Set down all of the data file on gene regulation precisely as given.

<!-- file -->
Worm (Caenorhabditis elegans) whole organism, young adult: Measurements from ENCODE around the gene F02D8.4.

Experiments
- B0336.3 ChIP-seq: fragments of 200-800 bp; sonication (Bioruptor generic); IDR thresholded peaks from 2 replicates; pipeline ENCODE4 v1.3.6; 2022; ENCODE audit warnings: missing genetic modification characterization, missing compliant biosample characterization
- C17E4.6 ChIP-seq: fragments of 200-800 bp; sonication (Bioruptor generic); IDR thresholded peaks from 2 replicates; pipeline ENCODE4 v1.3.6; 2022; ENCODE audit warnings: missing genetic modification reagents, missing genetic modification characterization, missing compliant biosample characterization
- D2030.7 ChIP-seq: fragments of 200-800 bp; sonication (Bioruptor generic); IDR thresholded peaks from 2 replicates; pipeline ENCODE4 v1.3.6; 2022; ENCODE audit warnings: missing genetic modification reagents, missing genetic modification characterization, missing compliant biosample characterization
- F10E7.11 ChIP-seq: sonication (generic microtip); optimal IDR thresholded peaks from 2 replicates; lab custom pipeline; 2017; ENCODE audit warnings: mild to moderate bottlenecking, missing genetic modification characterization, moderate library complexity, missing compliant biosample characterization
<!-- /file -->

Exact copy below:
Worm (Caenorhabditis elegans) whole organism, young adult: Measurements from ENCODE around the gene F02D8.4.

Experiments
- B0336.3 ChIP-seq: fragments of 200-800 bp; sonication (Bioruptor generic); IDR thresholded peaks from 2 replicates; pipeline ENCODE4 v1.3.6; 2022; ENCODE audit warnings: missing genetic modification characterization, missing compliant biosample characterization
- C17E4.6 ChIP-seq: fragments of 200-800 bp; sonication (Bioruptor generic); IDR thresholded peaks from 2 replicates; pipeline ENCODE4 v1.3.6; 2022; ENCODE audit warnings: missing genetic modification reagents, missing genetic modification characterization, missing compliant biosample characterization
- D2030.7 ChIP-seq: fragments of 200-800 bp; sonication (Bioruptor generic); IDR thresholded peaks from 2 replicates; pipeline ENCODE4 v1.3.6; 2022; ENCODE audit warnings: missing genetic modification reagents, missing genetic modification characterization, missing compliant biosample characterization
- F10E7.11 ChIP-seq: sonication (generic microtip); optimal IDR thresholded peaks from 2 replicates; lab custom pipeline; 2017; ENCODE audit warnings: mild to moderate bottlenecking, missing genetic modification characterization, moderate library complexity, missing compliant biosample characterization